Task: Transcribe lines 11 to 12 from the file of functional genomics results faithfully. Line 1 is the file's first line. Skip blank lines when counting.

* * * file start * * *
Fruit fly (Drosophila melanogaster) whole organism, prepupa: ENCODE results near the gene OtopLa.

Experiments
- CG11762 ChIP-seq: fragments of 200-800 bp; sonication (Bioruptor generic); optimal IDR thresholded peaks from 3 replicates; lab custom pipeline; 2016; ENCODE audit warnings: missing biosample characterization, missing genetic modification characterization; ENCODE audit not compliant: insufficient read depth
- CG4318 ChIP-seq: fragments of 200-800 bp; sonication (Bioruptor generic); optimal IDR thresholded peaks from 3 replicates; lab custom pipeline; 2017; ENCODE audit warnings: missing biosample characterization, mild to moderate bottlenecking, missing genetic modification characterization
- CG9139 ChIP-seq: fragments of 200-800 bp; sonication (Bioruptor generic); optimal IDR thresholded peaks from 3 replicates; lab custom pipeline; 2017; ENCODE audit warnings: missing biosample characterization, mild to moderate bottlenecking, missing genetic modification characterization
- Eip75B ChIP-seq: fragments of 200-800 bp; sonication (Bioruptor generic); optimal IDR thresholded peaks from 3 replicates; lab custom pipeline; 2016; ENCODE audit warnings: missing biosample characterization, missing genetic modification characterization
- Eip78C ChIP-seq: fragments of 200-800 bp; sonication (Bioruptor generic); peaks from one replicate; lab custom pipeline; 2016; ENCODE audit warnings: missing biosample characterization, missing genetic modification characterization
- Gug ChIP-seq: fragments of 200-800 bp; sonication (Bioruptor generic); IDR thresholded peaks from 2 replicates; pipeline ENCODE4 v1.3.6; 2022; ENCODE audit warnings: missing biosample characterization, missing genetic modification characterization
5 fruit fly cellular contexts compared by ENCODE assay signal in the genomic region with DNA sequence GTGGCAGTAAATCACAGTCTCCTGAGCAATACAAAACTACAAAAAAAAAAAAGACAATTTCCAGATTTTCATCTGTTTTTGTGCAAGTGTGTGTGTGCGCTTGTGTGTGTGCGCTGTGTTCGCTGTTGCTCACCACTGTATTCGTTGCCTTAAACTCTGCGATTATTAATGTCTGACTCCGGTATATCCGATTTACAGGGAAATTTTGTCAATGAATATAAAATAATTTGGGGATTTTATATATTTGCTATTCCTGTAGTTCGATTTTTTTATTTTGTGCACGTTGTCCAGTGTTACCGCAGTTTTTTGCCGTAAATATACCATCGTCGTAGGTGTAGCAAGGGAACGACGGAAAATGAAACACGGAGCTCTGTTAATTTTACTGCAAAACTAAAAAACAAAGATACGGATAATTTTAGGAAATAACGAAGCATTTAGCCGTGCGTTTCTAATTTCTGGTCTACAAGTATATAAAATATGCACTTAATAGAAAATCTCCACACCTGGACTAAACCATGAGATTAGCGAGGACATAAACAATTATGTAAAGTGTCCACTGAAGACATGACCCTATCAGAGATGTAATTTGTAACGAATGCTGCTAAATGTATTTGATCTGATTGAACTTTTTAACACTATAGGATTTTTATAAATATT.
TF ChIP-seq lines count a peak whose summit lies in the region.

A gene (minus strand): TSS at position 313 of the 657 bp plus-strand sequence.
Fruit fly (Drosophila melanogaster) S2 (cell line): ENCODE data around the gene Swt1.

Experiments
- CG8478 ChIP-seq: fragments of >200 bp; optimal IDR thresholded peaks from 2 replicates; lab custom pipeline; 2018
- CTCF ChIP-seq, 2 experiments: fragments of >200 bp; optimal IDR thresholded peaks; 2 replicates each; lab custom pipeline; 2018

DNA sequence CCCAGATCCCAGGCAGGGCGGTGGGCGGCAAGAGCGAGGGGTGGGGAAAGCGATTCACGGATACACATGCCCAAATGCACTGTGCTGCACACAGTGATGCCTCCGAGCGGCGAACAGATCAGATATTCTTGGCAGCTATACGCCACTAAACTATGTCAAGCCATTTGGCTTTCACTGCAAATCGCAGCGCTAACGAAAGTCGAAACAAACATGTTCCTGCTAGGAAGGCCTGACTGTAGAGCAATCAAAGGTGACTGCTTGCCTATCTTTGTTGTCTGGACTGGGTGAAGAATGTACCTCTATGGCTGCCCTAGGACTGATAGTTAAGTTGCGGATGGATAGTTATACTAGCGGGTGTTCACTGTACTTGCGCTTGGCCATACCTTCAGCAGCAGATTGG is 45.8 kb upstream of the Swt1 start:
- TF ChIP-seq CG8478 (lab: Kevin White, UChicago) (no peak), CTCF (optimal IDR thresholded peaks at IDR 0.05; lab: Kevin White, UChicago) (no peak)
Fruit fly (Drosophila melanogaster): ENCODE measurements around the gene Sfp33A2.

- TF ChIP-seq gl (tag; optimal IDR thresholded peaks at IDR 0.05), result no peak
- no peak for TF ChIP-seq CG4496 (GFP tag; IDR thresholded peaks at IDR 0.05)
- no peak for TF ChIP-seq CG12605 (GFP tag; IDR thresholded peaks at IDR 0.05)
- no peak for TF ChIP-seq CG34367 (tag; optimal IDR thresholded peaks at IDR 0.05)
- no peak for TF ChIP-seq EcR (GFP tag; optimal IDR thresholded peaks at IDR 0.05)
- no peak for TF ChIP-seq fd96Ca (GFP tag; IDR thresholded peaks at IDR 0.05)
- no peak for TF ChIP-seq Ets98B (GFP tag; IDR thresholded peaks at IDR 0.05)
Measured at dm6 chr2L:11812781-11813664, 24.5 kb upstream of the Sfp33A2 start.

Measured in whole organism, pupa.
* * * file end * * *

A gene (minus strand): TSS at position 313 of the 657 bp plus-strand sequence.
Fruit fly (Drosophila melanogaster) S2 (cell line): ENCODE data around the gene Swt1.